By now, you must be tired of hearing about how, after witnessing the worst stock market losses in generations, you should simply have faith and keep investing. Common sense says it's ridiculous. Why should you throw good money into the market right now, when no one has a clue what the future will look like mere weeks from now, let alone in the years to come?

You don't need me to come up with reasons why you should get out now. Just take a look at the latest news:

  • All the government action we've seen over the past six months just seems to have made a bad situation worse, shaking the foundations of our capitalist system to the core.
  • Even after all the damage we've seen in the housing market, home prices could easily keep falling further than they have already.
  • Stocks fell Monday to their lowest levels in 12 years, and with November's lows broken, some believe that's just the start of another major downturn that could lop another 40% off the major indexes.

Given all that, the argument in favor of selling everything for whatever you can get basically boils down to three points:

  1. The cyclical nature of the economy has ended, and there's no hope that businesses can grow or even come close to their past glory.
  2. Everything that everyone has done to try to support the economy will ultimately fail.
  3. Once everyone figures out that the only thing holding up this house of cards is unsustainable government spending, people will abandon the current economic system, and all the financial assets that previously held so much value will become worthless.

Sounds reasonable. Sign me up.

Oh, come on!
As a skeptic and a lover of conspiracy theories, part of me really sympathizes with this train of thought. Having dropped so far so quickly, there's no apparent reason why the market couldn't drop more. Plenty of investors have lost so much already that they may well not be able to afford to take any more risk with their life savings. Whether mere greed or a simple failure to understand the risk of the stock market got them into stocks, it's unfortunate that so many people have gotten hurt by these declines.

But all this pessimism really just looks like an amplified version of what you always see at market extremes. When stocks are flying, as they were in 2007, no one thinks they'll ever stop. Once they've crashed and burned, as they did in 1982 and 2002, people think they'll never come back.

Change does happen
That's not to say that every stock will survive. Countless firms went under during the Great Depression. Among the Nifty 50 stocks of the 1960s and 1970s, companies like Polaroid saw their huge rises turn to declines. Polaroid went nowhere for decades before eventually declaring bankruptcy.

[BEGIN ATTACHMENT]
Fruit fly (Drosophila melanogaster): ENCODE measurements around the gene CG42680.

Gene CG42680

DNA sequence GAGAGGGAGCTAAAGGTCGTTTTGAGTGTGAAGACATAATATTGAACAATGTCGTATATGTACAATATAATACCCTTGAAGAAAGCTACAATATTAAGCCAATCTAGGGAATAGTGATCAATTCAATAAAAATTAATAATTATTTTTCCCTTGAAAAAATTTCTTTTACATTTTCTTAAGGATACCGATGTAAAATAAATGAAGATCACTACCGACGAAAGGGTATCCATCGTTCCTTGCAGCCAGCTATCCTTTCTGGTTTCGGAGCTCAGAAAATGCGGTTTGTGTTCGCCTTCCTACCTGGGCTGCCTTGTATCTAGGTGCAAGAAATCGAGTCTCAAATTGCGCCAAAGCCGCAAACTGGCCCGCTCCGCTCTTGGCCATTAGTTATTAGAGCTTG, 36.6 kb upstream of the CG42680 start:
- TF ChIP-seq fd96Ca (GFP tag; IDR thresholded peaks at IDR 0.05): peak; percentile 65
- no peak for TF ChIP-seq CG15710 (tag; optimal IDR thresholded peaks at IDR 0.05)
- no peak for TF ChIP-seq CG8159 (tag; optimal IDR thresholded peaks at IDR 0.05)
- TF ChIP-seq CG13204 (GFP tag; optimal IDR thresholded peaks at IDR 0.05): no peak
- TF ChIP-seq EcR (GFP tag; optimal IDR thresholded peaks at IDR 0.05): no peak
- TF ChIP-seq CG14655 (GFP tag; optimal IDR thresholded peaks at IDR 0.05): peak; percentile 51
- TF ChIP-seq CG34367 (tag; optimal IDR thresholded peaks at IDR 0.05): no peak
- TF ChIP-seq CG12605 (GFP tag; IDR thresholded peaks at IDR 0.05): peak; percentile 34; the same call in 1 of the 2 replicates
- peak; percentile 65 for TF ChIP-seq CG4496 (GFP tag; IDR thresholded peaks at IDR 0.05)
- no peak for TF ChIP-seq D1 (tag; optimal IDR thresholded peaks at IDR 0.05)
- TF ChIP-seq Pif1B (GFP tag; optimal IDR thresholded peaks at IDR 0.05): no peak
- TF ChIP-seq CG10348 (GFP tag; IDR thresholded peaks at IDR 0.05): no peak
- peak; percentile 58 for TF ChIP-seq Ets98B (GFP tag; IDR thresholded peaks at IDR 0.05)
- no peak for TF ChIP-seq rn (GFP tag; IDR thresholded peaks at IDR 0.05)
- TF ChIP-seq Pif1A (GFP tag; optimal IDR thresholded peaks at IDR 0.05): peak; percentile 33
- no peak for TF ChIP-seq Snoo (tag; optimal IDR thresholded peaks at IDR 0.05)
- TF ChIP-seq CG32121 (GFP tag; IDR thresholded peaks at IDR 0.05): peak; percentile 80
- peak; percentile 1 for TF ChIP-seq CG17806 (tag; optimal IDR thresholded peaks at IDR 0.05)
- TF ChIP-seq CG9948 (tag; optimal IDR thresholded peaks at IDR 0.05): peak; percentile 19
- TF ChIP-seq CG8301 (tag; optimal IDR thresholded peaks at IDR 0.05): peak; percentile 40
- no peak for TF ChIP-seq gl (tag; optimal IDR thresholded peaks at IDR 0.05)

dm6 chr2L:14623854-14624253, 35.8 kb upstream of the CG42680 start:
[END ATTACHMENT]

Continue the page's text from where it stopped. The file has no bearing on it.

Similarly, this time around, many companies will never see their former strength restored. I don't know whether big financial firms such as Citigroup (NYSE:C) and Bank of America (NYSE:BAC) will share Polaroid's fate. They might.

But like so many times in the past, they may well recover from the abyss and deliver great returns. Consider how some of these Nifty 50 stocks -- the same ones that did so badly in the 1973-74 bear market -- did when they finally bounced back:

Nifty 50 Stock

Return 1/1/1973 to 12/31/1974

Return 1/1/1975 to 3/2/2009

Coca-Cola (NYSE:KO)

(62.8%)

9,350%

IBM (NYSE:IBM)

(45.6%)

2,046%

3M (NYSE:MMM)

(44.4%)

2,216%

Procter & Gamble (NYSE:PG)

(24.2%)

4,732%

Disney (NYSE:DIS)

(82.2%)

4,621%

Source: Yahoo! Finance.

These stocks may again prove to be tomorrow's leaders -- or get replaced by others. But the important thing for investors is that some companies will survive to see their stocks flourish.

As attractive as the case for dumping everything now may seem, it's not the right move. Unless you truly believe the end of everything is nigh, betting on the long-term recovery of the world economy is the best choice -- and it's likely to pay off, given enough time.

For more on getting your portfolio back on track, read about:

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Fool contributor Dan Caplinger is willing to go down with the ship -- at least with some of his money. He doesn't own shares of the companies mentioned in this article. 3M, Coca-Cola, and Disney are Motley Fool Inside Value selections. Disney is a Motley Fool Stock Advisor pick. Try any of our Foolish newsletter services free for 30 days. The Fool's disclosure policy will never dump you.